Living on Cash: The First Update

The first two weeks of my cash diet are officially over and quite a few of you have commented, tweeted, and emailed me to ask how it’s been going. For anyone who’s ever considered switching to cash, there’s really only one thing I can say: if you’re disciplined, it is amazing for your budget!

On Day 1, I was excited at the thought of what living on cash could do for my finances. But by Day 3, I was panicking. I had written a list of errands I had to do and calculated what each should cost me. I bought all my groceries, picked up some beer and dry cider, then headed to the pharmacy to get a month of birth control. For the last 6 months, my pills have cost me $9.51 per pack. At the counter, I pulled out a $10 bill, before the pharmacist could spit out, “that’ll be $27.13.”

$27.13!? I don’t have $27.13! Why is it $27.13? Um, it’s the beginning of a new year, dumb dumb. Time to pay your premiums again. And I did, in fact, have $40 cash in my wallet, so it was no problem paying for them. But, after doing all of my other errands (and treating myself to some alcohol), I only had $40 left for the next 4 days.

But then that hit me. $40 for 4 days is a lot of money! Especially when you injure yourself and can’t do anything. (Not that I was working towards that…) On Wednesday, when I could barely put any weight on my foot, I ordered pizza for dinner. Best $20 I spent that week. And I made it last me for 3 meals. With that, I finished my first week and had about $20 cash leftover.

Week 2 started by going for drinks with friends. (Yes, I hobbled downtown for a night out.) Then I grocery shopped on the weekend and have basically sat around ever since. Much less exciting than Week 1 but I’ve had homework, side work, etc. to do. In the end, out of my first $220 challenge, I had just over $20 left. It’s all gone now though, because I put it on my credit card debt this morning. That’s on top of the $215 I’ve already put on it this month!

Tomorrow, I get to pull out another $220 and start all over again. Unfortunately, even though I should have about $250 leftover to put towards my credit card debt, $100 or so of that needs to go to the CRA. And I’ll be able to start driving again in the next few days… but I do still have that gas card! So the second round of this cash diet should be pretty easy.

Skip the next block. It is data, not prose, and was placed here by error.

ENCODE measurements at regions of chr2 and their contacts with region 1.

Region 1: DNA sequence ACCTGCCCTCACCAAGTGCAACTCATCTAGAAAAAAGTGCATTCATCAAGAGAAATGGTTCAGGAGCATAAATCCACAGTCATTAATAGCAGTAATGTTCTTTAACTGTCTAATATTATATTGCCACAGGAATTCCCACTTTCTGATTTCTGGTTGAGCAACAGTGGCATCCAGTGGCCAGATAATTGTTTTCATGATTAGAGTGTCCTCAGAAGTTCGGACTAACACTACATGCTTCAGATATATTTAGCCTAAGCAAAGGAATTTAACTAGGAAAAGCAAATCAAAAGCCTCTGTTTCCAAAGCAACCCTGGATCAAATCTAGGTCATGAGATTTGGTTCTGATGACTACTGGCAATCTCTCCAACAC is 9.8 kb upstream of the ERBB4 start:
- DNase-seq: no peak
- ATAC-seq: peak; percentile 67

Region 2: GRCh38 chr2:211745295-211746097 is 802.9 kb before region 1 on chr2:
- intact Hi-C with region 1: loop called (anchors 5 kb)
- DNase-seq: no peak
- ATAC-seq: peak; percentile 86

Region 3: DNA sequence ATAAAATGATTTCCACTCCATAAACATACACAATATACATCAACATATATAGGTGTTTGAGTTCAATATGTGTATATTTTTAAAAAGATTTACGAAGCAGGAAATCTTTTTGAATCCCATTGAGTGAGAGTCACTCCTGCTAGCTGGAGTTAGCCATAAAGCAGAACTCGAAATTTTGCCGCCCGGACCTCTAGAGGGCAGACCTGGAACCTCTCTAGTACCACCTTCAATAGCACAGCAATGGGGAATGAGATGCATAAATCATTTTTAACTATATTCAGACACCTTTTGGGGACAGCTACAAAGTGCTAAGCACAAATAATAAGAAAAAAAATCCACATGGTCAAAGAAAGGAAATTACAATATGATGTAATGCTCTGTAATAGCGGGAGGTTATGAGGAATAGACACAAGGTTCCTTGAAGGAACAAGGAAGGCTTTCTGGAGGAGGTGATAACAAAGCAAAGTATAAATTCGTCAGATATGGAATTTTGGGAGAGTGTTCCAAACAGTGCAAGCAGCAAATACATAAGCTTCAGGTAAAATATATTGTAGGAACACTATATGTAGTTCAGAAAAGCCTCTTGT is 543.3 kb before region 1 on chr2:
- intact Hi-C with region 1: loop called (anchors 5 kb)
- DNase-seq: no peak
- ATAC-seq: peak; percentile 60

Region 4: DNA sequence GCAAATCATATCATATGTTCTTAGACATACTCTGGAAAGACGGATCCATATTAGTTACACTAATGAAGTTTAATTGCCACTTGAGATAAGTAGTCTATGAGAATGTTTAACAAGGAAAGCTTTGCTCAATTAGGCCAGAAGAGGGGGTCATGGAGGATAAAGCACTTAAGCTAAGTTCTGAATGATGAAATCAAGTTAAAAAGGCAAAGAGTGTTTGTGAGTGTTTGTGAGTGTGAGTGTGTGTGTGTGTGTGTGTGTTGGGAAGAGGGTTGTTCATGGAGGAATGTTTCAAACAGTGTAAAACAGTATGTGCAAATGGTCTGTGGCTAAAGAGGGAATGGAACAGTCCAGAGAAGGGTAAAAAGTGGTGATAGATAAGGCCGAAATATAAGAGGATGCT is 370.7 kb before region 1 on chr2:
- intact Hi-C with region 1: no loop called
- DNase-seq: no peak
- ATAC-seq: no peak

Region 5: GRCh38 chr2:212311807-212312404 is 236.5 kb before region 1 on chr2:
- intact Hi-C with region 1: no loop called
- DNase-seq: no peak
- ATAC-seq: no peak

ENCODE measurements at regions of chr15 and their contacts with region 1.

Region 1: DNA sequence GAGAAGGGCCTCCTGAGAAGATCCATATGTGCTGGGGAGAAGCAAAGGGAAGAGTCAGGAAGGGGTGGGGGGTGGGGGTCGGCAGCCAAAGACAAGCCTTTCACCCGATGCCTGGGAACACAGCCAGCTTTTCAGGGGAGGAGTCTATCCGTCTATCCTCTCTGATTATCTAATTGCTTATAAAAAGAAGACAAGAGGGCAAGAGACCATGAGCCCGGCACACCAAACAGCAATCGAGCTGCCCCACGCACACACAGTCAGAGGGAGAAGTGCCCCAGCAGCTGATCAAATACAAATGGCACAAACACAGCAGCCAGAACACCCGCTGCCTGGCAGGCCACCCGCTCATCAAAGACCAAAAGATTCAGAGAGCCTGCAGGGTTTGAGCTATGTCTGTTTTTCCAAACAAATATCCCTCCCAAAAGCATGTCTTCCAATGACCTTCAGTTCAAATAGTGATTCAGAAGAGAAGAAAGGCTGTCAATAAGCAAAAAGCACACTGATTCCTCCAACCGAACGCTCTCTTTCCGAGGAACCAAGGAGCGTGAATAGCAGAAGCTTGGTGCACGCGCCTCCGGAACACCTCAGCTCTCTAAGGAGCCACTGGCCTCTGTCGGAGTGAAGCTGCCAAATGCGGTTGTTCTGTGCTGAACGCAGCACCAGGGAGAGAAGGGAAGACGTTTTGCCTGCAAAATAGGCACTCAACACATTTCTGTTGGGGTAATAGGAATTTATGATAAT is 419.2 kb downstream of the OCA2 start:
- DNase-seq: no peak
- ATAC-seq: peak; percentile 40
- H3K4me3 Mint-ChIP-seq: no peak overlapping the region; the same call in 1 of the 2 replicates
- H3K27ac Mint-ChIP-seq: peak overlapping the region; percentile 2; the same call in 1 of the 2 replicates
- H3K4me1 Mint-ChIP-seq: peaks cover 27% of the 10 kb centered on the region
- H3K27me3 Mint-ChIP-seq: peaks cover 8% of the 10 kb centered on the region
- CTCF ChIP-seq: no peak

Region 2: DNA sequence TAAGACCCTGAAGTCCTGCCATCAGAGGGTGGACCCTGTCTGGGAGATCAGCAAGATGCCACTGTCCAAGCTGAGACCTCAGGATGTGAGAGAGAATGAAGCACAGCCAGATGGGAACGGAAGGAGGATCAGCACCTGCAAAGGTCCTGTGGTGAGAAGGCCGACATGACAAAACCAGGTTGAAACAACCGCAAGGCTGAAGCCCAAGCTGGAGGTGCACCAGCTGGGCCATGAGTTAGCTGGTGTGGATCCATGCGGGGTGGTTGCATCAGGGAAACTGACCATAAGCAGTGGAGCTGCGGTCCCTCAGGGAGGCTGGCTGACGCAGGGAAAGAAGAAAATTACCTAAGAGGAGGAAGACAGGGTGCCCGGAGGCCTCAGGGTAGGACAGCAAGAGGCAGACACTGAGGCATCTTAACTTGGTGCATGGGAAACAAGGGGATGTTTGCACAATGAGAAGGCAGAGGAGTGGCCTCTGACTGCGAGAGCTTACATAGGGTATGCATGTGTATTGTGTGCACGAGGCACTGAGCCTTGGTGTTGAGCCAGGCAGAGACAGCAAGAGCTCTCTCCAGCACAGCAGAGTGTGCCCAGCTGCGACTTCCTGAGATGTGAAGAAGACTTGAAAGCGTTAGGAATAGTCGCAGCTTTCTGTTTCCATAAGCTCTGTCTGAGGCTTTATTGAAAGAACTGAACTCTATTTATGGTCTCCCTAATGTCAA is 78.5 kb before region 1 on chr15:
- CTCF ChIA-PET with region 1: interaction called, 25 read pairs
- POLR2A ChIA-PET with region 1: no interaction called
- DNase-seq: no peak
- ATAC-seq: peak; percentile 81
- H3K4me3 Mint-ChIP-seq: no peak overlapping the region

• If you buy multiple months of your birth control you can save some money, since you have to pay a dispensary fee each time you get it. So $10 fee per month, or $10 if you buy 3 months at once or $10 if you buy 6 months at once.

    If you have enough money to do that, you’ll save in the long run.

    • Totally wish I saw this comment before I bought ONE pack out of three last night! I never even thought of that. I should totally stockpile my main prescriptions that don’t expire quickly. *mental note to self*

    • Yes, I used to buy birth control like that, all the time. It’s been difficult for me to budget bulk purchases of any kind but even buying 2 months at a time would help. Thanks!

  • I got a letter from the blasted CRA too (in December) for the same reason. I don’t owe them quite as much as you, but have been ignoring it (probably a bad idea – but in my defense it came 2 weeks before Christmas and I was BROKE). On the bright side, I had two rebates come (HST and I forget the other) that they just took for what I owe so it’s a bit less now… I should probably remember to pay the remainder tomorrow. I hope your ankle feels better soon!

  • It sounds like you’re doing well! I don’t have the need to live cash only now (because I’m so obsessed about paying off debt that I really scrutinize every purchase I make instead of just swiping the old debit card willy nilly). But when I did it, I had really great results. People think they’ll spend cash on a cash-only diet just like they would if they had a random $5 in their pocket. I thought that too. But when you know that the cash in your wallet is EVERYTHING you have for the week, you’re much less likely to spend it on stuff you don’t need. At least that’s how it worked with me because I knew I wouldn’t let myself go draw out more from the bank unless it was a true emergency, and going out to eat with grocery money wouldn’t have counted as an emergency.

    • Living on cash is what has helped me pay off more debt. I’m so used to swipe swipe swiping but, exactly like you said, I hate giving my cash away for silly things! Therefore, more of it stays in my pocket. I’m going to put $400+ on my credit card debt this month. That’s unreal, considering I’m paying rent, living alone, etc.

  • Sounds like cash is working really well for you! I usually lose cash so I try not to have it on me. I’ve been participating in a no spend challenge so that’s really been helping keep me in check. I’m interested in following your cash only adventures.

    • I can understand the concern about losing cash. I’m always fearful to have more than $40 on me, so I usually don’t take any money out of my house unless I know I’m going grocery shopping, etc. My wallet has been empty all week!

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